Checker Methods

While looking at Apache Roller I came across this method:

public static String cleanTextArg(String s) {
if (s == null || s.isEmpty()) return s;
return StringEscapeUtils.escapeHtml(s);

Looking at the code, we can easily see that this function is a sanitiser. It takes a string - which may be trusted or not - and returns a modified string that is safe to use in HTML. Source Patrol is designed to automatically detect sanitiser methods. However, in this case, Source Patrol did not detect the function as a sanitiser, and this resulted in a number of false positives for cross-site scripting.

The function calls another function to do the hard work - escapeHtml, which is part of Apache Commons StringEscapeUtils. Source Patrol includes a database of sanitiser functions in well-known Java libraries, and this does include StringEscapeUtils. But despite this, the function is not being detected as a sanitiser.

There are actually two possible paths through the function, because of the if statement. When the if condition is true, then s is returned directly - without being sanitised. That is why Source Patrol does not detect the function as a sanitiser. However, looking at the condition, we can easily see that if it is true, then s is safe to use in HTML. There is no way a null or empty string can carry a cross-site scripting attack. But Source Patrol did not detect this - and it should have.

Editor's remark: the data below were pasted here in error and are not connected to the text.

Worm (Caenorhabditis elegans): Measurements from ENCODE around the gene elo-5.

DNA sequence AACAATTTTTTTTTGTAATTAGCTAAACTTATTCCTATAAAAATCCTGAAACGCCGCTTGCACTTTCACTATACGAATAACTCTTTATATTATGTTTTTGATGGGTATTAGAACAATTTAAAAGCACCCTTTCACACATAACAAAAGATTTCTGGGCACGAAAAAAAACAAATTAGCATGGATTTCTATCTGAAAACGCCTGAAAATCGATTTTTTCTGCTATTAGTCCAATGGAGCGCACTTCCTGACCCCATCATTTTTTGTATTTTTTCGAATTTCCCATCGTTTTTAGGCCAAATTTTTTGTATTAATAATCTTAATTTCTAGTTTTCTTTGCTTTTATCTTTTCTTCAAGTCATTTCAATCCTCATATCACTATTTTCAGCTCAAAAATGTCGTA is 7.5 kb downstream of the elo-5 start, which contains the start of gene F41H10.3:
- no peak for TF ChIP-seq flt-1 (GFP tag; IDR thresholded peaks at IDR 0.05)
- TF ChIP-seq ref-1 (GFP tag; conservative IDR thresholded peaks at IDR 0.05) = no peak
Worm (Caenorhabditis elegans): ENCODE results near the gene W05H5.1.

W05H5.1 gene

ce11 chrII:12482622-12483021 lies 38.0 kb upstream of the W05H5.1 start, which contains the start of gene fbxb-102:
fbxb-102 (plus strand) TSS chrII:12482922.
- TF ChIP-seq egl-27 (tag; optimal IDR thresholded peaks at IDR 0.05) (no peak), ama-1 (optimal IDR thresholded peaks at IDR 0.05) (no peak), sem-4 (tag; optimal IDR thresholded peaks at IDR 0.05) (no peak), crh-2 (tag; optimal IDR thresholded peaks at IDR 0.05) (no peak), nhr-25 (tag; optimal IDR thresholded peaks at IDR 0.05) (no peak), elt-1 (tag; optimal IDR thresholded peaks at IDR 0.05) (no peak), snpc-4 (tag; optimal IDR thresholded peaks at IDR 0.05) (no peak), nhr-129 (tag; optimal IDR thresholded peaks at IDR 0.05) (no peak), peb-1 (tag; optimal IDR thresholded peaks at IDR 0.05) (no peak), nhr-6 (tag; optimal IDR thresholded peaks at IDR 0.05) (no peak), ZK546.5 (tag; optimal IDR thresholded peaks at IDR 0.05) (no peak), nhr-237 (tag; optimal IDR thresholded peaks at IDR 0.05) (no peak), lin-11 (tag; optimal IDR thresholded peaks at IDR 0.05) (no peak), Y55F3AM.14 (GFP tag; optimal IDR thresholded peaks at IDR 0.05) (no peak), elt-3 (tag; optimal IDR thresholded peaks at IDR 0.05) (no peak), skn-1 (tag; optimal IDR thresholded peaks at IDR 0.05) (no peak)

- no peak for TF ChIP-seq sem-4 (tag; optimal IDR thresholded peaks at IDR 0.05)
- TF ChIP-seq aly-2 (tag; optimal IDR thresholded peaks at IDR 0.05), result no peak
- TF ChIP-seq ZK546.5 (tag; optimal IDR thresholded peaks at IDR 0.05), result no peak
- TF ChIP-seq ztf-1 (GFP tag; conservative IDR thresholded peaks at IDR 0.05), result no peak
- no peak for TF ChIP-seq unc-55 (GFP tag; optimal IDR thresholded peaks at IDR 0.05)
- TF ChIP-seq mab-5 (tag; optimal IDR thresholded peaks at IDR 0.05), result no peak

When analysing a method, Source Patrol first generates a Control Flow Graph which captures all the branches and loops in the method. The graph consists of basic blocks, which are short sections of code that contain no branching instructions, and edges that connect the blocks. What was missing was a way to pass information from an if condition, to the block within.

To add this feature, we created the concept of a "checker" method. Remember that a sanitiser method takes untrusted input and returns a value that is safe to use in a particular context. A checker method is slightly different: it takes untrusted input, and returns true if (and only if) the value is safe to use in a particular context. In this example, isEmpty() is a checker method that checks for all contexts. And checking s == null has a similar effect, although it is a bytecode instruction rather than a method.

With the "checker method" feature in place, Source Patrol now automatically detects cleanTextArg as a sanitiser. This avoids a number of false positives, without any need for manual intervention.

You can define your own checker methods manually, using the route editor. We expect custom checkers to be a rare requirement, so we do not intend to automatically detect them.

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